My first business card came from a little print shop between my house and my grandparents house. On weekends, my grandpa took me to a flea market and we setup a table to sell odds and ends. I was maybe 8 years old. My father was a small business owner, and I always wanted business cards. But what does an 8 year old need with business cards? Nothing. Except when his grandpa got involved.
Business card tips apply to all businesses
I’ve had dozens of business cards since. I, too, have earned most of my career as a small business owner. Over the past few decades, I’ve learned the hard way what makes good business cards, and I’ve distilled the TOP 5 TIPS here.
Use these tips to get rich from your business cars:
1. Keep it simple stupid
If you want a brochure, make a brochure. Business card should be limited to the most basic information possible. Business name, address, phone, and your name. If this information doesn’t describe what you do, add a line for business description.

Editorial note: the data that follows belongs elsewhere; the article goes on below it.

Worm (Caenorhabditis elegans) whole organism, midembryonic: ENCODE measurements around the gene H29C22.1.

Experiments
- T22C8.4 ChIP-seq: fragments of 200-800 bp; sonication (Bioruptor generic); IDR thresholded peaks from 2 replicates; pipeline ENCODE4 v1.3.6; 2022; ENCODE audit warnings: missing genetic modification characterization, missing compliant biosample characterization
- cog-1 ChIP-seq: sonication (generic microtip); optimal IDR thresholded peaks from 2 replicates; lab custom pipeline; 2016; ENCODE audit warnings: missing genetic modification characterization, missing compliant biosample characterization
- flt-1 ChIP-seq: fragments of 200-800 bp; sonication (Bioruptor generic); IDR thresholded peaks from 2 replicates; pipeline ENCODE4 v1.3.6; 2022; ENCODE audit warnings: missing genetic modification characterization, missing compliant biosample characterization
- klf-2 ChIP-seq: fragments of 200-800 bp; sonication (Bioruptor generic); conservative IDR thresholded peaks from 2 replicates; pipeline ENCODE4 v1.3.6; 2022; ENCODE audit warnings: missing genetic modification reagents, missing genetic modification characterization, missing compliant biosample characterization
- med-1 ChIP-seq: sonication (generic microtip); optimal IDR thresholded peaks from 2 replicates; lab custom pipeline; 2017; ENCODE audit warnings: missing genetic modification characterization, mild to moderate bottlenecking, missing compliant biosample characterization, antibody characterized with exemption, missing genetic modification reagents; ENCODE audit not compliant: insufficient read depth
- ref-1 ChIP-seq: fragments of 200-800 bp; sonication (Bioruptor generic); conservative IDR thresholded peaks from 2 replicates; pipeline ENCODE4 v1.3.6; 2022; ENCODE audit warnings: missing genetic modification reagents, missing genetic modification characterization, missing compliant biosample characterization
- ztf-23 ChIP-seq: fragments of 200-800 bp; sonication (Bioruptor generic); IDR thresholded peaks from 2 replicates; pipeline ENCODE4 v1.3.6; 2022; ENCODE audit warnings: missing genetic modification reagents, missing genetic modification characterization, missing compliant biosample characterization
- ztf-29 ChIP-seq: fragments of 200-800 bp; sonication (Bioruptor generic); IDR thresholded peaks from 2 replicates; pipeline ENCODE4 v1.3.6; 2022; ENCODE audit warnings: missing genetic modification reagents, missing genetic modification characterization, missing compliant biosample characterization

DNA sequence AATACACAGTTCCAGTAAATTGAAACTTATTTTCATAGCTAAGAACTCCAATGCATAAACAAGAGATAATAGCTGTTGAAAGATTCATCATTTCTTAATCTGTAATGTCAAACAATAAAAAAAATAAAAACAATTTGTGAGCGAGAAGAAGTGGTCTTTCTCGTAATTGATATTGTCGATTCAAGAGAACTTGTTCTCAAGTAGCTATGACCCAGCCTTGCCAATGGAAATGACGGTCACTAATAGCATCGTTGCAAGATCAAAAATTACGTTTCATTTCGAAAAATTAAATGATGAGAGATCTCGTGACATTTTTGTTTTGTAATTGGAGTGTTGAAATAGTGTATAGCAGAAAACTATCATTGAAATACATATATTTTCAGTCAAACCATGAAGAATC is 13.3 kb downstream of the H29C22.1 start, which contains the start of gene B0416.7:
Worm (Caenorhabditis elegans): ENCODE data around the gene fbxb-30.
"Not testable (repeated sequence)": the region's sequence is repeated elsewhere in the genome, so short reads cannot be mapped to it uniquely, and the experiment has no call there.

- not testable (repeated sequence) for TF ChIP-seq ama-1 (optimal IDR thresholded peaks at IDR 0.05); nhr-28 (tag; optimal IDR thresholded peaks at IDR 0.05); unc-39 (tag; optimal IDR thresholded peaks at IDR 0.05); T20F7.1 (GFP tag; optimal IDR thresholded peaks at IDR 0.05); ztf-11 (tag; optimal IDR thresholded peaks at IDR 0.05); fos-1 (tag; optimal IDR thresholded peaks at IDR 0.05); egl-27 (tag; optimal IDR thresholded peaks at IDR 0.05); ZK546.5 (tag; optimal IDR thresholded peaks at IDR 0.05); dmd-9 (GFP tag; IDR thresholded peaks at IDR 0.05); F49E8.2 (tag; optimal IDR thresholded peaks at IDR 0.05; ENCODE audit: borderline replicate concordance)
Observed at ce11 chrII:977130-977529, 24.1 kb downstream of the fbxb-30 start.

2. Use large fonts, contracting colors
Forget the tiny fonts. Make sure everything on your business card is at least 9pt, preferably 10 or 11. Larger the better. Colors should be contrasting and not similar.
3. Non-standard bigger card size
Standard American business card size is 2″ x 3.5″. European business card size is about 2.17″ x 3.35″. In America, always use European size business cards. This means you’ll obviously stick out from the stack of business cards and be easier to find. Plus you get almost 1/3 Sq In additional space on the European business card.
4. Enough room to write
Keep space to write a note, name, phone number, brand name, or other information on the card. This means if you’re doing glossy or other coating, you leave the back matte or some texture which can be easily written on.
5. Make it personal
Leave something important off your business card, like your email, or phone number. Then when handing the card out, use that writing room to handwrite the information as you’re giving the card out. People who get something handwritten naturally think it’s more important or valuable information.